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Professor Neta Crawford publishes new book on how the US military became the world’s largest single greenhouse gas emitter

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Book cover of 'The Pentagon, Climate Change, And War: Charting the Rise and Fall of U.S Military Emissions' by Neta C. Crawford showing a fleet of ships on the sea

Montague Burton Chair in International Relations Professor Neta Crawford explores the Pentagon’s record on greenhouse gas emissions in her new book The Pentagon, Climate Change, and War: Charting the Rise and Fall of US Military Emissions.

In the book, Professor Crawford shows how US military emissions got to be so large, by tracing the adoption of fossil fuels by the military from the 19th century to the present. The book also examines the ways military technological demand has driven commercial industrial adoption and civilian use of fossil fuels.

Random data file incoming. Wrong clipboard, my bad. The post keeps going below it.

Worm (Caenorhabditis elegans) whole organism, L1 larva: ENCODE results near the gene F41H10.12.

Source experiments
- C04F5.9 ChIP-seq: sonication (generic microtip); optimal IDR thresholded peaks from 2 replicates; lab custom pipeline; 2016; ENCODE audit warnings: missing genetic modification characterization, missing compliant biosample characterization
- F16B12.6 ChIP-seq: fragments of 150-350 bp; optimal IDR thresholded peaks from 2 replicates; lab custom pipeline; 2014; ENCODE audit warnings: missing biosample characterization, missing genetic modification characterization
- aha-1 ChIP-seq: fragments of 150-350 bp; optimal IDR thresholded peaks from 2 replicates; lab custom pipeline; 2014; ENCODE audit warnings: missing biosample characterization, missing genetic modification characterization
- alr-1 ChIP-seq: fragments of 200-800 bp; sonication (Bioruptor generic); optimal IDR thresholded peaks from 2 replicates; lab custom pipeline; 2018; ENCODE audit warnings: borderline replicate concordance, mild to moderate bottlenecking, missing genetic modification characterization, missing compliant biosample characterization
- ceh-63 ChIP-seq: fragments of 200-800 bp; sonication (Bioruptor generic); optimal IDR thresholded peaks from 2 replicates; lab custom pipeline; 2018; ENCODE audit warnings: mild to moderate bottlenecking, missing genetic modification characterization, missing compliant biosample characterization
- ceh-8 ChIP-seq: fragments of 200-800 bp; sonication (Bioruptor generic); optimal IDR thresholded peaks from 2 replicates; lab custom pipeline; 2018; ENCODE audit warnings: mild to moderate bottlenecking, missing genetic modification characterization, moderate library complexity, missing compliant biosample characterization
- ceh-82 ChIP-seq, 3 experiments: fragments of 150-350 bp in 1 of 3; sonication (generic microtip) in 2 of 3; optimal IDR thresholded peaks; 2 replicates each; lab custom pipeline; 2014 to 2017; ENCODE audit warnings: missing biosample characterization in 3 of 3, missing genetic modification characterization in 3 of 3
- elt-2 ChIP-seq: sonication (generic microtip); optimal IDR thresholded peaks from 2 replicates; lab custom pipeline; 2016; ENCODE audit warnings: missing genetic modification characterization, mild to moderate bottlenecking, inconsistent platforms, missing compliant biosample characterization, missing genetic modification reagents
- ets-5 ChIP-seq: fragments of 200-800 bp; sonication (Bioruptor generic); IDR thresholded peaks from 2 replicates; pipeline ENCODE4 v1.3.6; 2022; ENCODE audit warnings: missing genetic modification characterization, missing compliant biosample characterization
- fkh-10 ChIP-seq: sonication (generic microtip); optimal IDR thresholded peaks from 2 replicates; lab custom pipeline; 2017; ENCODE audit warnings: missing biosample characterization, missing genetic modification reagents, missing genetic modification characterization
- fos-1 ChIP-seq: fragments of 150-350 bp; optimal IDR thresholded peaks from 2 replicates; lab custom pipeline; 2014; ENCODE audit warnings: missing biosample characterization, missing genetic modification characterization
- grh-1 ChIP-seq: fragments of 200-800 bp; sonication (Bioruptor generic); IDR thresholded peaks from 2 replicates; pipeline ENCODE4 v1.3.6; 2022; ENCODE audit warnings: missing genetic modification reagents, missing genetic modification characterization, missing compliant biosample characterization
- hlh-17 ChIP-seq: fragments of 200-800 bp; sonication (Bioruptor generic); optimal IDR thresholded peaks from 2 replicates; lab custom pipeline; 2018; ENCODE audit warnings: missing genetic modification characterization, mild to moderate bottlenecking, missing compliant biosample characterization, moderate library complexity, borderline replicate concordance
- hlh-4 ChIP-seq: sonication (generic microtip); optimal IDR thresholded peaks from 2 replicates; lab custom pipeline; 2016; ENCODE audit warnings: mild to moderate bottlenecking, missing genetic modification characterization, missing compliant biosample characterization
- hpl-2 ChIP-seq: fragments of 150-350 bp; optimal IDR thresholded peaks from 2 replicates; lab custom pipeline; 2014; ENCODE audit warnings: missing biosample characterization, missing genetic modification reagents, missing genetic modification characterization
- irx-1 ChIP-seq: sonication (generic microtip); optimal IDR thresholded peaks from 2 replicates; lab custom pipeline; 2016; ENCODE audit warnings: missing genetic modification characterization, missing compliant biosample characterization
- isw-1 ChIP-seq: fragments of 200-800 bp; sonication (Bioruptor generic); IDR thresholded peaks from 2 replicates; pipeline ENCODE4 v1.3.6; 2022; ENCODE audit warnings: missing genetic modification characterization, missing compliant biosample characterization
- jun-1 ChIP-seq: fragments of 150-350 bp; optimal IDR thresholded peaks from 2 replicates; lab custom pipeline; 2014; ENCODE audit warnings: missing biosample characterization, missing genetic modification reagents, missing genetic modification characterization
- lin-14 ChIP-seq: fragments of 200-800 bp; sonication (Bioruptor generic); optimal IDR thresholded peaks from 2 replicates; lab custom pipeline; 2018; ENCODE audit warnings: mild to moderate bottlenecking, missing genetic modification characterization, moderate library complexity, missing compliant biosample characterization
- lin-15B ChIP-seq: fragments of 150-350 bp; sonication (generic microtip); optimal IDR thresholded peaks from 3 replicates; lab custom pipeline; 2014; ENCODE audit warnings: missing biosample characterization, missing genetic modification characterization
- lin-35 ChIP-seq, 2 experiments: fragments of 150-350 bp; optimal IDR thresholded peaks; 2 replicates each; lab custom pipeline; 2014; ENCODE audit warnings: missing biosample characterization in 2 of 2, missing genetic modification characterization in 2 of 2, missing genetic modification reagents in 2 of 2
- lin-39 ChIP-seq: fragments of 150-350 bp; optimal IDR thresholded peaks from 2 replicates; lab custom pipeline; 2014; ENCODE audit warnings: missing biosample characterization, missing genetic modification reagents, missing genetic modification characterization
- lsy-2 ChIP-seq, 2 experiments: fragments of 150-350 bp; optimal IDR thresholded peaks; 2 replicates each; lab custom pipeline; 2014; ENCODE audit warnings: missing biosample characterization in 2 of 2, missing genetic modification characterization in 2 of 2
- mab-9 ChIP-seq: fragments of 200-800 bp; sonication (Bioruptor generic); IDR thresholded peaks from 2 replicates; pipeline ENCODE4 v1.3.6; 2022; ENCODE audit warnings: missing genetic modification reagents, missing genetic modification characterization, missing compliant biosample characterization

The Pentagon was instrumental in keeping US military emissions reporting largely out of the Kyoto Protocols out of a concern that this would lead to regulation. On the other hand, the Department of Defense has been a leader in funding climate change science since the 1950s and has recently begun to both adapt to climate change and reduce its emissions.

Professor Crawford said: “I hope that people will think about the scale of military emissions and the role of the military as a driver of civilian emissions.”

Professor Crawford is currently finishing another book, To Make Heaven Weep: Civilians and the American Way of War.

She will be launching her new book in a discussion with Professor Oliver Belcher (Durham University) and Professor Jan Selby (Sheffield University) in the Lecture Theatre at DPIR’s Manor Road building at 4pm tomorrow (Thursday, 20 October).

I hope that people will think about the scale of military emissions and the role of the military as a driver of civilian emissions.

Professor Neta Crawford, Montague Burton Chair in International Relations